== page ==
> local services.  It hands out fixed addresses for devices like
> printers and the backup server, and dynamic ones for devices like
> phones.  The DNS cache (unbound) knows names for all of the fixed
> address devices, and handles queries from devices on the LAN, which
> are all configured by DHCP to use it.  This took about an hour to set
> up.
> 
> T-W apppears to give me a /48 of IPv6 addresses, so every time my
> router reboots it picks a /64 at random out of that /48, and all of
> the IPv6 addresses on my LAN change.  There is probably some way to
> tell the router, a linux based Ubiquiti Edgerouter, to pick the same
> v6 /64 every time, but I can't figure out what it us.  It was hard
> enough to reverse engineer the router config to make SLAAC work at
> all.  Maybe I should use DHCPv6, but I'd have to figure it out on the
> server side, and then see how well all of my devices support it.
> 
> If IPv6 is going to be useful, I also need a v6 DNS cache.  Since the
> global v6 addresses are unstable, I set the cache to answer on link
> local address FE80::2, and set the router announcements to announce
> it.  All set?  Nope.  That's a link-local address so the address is
> actually FE80::2%xxx where xxx is each device's LAN interface, and
> devices do a generally rotten job of appending the interface name to
> the address they get from SLAAC.  I might be able to use ULAs but I
> have no idea how well ULAs actually work and how I would set them up
> on my servers, so my DNS cache is at 192.168.80.2 and will stay there
> for the indefinite future.
> 
> Perhaps there are ways to deal with all of these, but I am a fairly
> sophisticated network operator, and I doubt I am all that much less
> competent than everyone else.  So when people say IPv6 still isn't
> ready for prime time, they're not kidding.
> 
> R's,
> John

It sounds like you want a homenet router.

Mind you a lot of this would be a non-issue if hosts used the DNS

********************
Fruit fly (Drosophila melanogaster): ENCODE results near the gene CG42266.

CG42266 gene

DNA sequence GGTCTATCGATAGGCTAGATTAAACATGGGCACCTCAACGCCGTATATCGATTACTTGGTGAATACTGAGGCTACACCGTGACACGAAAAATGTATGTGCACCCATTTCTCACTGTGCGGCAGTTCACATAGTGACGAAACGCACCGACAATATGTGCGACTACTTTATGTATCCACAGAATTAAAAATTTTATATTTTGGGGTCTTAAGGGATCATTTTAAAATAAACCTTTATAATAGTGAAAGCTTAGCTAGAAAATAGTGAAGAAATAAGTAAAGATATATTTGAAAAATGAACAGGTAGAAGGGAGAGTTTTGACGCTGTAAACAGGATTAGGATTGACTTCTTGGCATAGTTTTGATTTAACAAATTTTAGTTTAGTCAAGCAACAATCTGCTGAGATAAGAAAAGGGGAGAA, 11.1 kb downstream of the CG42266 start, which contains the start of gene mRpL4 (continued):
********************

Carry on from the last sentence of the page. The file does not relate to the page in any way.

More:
to its full potential by updating their own addresses in the DNS
using SIG(0) signed UPDATE messages when their addresses change.
SIG(0) signs using the private half of a KEY record installed in
the DNS, at the machines name, when the machine was named.  This
would be done using a TSIG signed update (think key name and password)
for the zone.

You then end up with

host.example.net KEY ...
host.example.net AAAA ...
host.example.net AAAA ...
host.example.net A ...

and you configure the nameserver to allow UPDATE messages signed
with host.example.net to update host.example.net.  This policy can
be specified in named like this.  I would expect that other vendor
can do similar.

key example.net.key {
	algorithm "hmac-sha256";
	secret "xxxxxxxxxxxxxxxxx";
};

zone example.net {
	type master;
	file "example.net.db";
	update-policy {
		grant example.net.key subdomain example.net KEY;
		grant * self * A AAAA;
	};
};

Microsoft do something similar using AD and GSS-TSIG instead of
SIG(0).  You use the domain password to perform the initial
registration of the machine after that it updates its own addresses.
This just stores all the keying data in the DNS rather than extenally.

Now it is possible to allow adding of SRV records.

	grant * selfsub * A AAAA SRV;

which allows to "_foo._bar.host.example.net. SRV ..." to be added.

This functionality has existed for over a decade now.  This is not
new.  It flows logically from combining RFC 2136, RFC 2845 and RFC
2931.

It would be possible to specify a policy which allows for a KEY
record to be added if there is no existing records at a name from
a given address range over TCP.  This would allow for self registration
of devices without having to use a adminstrative key.

Mark
-- 
Mark Andrews, ISC
1 Seymour St., Dundas Valley, NSW 2117, Australia
PHONE: +61 2 9871 4742                 INTERNET: marka@isc.org